Also, the online version provided instant access to the famed big-budget commercials.  They wisely permitted viewers to only see the commercials after they were broadcast.  No cheating!  I also noticed the commercials were timed differently.  It was hard to tell if they played the same commercials on TV compared to online.  But they were definitely not timed the same.

Other than that, the online version was, frankly, disappointing.  First and foremost it was hard to find the game on but I eventually found it on  Why wasn’t the biggest NFL event of the year streamed directly on the front screen of the NFL website?  Hello McFly!  Anybody home?  And apparently they sealed off the non-US market.  I’m sure the NFL had a reason for doing this.  But given the potential for global growth, could it possibly have been a good reason?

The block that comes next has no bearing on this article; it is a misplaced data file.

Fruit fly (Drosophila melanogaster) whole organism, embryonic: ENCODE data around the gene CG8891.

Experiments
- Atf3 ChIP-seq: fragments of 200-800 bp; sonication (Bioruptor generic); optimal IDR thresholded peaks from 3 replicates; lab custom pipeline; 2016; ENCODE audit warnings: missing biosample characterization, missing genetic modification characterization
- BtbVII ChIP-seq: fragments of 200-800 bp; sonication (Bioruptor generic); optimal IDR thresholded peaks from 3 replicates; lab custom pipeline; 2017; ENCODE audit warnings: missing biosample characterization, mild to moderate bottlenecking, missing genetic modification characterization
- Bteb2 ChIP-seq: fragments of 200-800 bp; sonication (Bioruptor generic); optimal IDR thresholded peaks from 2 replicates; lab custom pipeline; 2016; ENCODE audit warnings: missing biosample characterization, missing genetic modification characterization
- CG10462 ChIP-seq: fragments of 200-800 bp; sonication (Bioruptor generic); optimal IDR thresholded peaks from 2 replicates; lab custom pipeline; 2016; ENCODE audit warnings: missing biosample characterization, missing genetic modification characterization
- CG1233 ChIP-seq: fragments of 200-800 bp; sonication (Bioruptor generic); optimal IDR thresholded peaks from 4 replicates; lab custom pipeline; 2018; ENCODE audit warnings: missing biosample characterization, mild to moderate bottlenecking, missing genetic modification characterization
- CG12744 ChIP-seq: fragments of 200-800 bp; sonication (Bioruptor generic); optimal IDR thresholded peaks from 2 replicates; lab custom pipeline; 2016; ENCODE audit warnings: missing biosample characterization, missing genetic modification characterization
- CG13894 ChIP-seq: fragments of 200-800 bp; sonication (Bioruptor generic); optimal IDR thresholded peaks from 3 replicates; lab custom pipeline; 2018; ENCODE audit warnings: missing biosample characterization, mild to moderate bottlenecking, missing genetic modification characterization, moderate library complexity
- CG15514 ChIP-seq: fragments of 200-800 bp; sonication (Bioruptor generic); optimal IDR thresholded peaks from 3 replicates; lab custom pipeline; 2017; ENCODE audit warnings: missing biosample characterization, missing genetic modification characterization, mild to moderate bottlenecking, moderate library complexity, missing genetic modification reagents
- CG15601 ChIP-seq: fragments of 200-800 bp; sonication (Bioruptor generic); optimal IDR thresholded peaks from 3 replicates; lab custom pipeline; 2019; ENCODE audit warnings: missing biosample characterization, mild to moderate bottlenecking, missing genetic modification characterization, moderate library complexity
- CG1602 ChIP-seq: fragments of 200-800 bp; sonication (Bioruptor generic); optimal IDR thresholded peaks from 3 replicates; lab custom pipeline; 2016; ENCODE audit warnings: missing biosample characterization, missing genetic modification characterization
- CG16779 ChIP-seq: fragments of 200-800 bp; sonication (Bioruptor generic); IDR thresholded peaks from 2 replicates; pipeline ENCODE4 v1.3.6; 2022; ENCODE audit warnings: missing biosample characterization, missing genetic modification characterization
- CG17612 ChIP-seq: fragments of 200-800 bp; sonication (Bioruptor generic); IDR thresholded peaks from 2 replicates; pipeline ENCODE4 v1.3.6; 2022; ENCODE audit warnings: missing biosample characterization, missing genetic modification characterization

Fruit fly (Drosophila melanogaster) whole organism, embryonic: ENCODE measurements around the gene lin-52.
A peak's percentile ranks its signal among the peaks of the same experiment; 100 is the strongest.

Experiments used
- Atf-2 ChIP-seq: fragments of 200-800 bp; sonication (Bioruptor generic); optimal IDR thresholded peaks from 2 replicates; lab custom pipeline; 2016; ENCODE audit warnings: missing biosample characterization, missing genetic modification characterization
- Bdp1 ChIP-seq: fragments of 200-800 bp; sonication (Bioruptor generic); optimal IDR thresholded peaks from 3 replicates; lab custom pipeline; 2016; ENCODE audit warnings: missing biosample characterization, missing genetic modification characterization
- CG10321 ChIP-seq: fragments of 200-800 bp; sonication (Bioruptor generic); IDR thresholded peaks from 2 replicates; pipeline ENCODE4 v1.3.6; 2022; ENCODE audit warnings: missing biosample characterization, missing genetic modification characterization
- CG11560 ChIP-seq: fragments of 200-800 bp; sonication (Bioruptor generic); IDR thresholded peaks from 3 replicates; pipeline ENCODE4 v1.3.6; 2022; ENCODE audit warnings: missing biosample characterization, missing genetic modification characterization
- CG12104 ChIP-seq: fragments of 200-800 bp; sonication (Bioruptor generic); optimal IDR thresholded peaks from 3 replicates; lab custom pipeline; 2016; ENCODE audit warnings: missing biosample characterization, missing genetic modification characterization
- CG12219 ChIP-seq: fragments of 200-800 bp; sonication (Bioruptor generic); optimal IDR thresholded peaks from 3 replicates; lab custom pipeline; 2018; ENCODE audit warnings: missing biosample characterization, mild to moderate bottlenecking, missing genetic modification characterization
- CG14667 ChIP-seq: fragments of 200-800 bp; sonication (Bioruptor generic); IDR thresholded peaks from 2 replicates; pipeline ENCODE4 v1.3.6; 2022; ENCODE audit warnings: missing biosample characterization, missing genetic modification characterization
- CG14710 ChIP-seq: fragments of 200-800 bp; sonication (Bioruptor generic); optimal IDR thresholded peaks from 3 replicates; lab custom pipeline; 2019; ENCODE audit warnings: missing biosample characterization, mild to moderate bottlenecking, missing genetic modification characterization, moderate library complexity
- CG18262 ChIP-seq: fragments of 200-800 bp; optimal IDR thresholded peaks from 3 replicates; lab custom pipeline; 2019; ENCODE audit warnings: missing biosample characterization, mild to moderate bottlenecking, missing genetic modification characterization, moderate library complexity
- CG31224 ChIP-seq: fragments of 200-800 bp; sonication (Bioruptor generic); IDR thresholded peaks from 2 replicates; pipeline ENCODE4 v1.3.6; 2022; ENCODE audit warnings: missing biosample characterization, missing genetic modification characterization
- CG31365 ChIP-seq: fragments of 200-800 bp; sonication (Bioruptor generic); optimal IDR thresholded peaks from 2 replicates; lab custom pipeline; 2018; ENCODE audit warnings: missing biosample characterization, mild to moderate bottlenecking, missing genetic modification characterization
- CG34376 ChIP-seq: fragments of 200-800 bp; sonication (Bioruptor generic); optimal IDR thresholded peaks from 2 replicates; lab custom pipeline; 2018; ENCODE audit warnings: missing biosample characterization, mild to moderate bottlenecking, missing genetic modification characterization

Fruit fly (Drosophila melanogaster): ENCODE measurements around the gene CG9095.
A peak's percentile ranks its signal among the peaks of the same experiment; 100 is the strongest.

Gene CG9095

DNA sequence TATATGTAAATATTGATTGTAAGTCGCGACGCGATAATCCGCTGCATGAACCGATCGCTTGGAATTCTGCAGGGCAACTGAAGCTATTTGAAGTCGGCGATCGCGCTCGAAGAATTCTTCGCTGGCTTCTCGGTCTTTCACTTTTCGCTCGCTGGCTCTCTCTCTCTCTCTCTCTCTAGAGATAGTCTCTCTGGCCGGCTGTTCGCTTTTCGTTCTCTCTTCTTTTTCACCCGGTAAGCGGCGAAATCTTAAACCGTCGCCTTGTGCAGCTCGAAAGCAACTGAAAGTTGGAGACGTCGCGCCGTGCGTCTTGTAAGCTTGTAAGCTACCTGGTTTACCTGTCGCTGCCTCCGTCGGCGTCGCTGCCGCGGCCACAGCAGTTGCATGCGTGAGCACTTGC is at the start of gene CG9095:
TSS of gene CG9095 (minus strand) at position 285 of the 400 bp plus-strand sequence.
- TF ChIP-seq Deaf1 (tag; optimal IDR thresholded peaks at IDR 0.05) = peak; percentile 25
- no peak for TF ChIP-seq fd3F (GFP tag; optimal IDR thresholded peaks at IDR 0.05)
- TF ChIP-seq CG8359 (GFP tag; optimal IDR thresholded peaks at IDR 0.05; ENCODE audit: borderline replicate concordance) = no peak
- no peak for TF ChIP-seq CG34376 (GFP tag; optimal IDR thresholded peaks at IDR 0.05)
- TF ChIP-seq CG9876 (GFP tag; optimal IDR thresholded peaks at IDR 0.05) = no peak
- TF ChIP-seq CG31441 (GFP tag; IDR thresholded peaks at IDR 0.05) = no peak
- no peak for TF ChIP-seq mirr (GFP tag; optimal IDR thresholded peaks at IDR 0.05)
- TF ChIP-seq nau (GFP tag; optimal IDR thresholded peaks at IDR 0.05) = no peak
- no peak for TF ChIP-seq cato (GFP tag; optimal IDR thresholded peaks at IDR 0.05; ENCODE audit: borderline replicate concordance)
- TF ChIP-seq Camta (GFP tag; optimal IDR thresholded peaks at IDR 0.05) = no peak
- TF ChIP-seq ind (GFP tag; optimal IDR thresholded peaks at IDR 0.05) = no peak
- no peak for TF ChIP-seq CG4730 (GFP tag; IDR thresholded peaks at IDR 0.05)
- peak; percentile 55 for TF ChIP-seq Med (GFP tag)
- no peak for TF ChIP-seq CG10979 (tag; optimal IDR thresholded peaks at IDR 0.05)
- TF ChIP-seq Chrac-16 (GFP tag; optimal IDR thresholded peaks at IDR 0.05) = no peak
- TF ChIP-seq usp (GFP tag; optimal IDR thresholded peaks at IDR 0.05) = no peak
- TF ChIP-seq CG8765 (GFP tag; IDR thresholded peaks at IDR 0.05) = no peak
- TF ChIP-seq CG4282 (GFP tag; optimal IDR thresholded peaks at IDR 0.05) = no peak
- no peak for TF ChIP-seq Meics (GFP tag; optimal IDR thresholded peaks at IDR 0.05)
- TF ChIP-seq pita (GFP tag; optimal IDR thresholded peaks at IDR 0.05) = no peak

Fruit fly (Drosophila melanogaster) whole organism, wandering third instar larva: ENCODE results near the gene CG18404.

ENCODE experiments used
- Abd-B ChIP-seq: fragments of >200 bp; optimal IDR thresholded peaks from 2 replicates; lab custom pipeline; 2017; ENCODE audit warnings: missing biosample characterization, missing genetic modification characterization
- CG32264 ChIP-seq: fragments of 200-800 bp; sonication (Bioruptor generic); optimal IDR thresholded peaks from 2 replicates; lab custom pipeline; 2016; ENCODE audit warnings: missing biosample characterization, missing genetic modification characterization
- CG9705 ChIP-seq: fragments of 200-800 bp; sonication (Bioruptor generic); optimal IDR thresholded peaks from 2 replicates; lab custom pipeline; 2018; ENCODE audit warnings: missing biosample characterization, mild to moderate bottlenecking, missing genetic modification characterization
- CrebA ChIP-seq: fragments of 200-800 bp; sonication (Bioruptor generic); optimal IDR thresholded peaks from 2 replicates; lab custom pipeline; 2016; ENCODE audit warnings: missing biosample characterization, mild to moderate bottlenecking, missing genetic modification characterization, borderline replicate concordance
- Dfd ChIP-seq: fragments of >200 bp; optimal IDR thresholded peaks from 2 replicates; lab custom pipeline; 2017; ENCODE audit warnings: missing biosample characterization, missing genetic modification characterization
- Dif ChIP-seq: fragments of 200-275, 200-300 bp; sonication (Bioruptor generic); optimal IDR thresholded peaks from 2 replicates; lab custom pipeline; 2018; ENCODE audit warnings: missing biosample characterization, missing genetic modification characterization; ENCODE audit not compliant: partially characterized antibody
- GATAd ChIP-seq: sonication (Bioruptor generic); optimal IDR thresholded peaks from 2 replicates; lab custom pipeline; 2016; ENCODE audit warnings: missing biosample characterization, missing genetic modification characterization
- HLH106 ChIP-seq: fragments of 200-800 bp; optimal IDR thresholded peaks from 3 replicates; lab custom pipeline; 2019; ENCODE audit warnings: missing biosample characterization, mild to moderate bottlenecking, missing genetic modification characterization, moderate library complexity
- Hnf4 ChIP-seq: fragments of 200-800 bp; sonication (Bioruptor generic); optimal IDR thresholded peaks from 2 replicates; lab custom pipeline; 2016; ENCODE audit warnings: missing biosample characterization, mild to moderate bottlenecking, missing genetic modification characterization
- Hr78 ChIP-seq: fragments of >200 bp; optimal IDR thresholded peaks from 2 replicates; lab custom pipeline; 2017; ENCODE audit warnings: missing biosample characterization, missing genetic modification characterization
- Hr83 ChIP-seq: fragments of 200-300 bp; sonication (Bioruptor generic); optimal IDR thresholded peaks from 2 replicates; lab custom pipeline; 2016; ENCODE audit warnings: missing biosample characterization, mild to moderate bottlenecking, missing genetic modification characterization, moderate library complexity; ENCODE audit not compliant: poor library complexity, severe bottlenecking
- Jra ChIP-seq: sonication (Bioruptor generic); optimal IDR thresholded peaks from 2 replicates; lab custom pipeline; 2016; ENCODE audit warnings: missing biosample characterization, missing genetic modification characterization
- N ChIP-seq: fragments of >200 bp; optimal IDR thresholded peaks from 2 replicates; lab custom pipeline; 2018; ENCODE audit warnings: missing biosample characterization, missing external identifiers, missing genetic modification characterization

Additionally, the online interface lacked substantial fan interaction.  When the internet facilitates interactivity (i.e. it becomes more social) more people use the medium.  Such interactivity was almost non-existent on the website, other than the ability to ask “Tafoya, Florio” (again, ???) a question.  Indeed, I found monitoring, and commenting on, my Facebook and Twitter feeds to be much more enjoyable than watching the game itself.

The website also said Twitter predicted “Giants 55%, Patriots 45%” without explaining what that meant, where the metric came from or anything.  More detail and context would have been appreciated.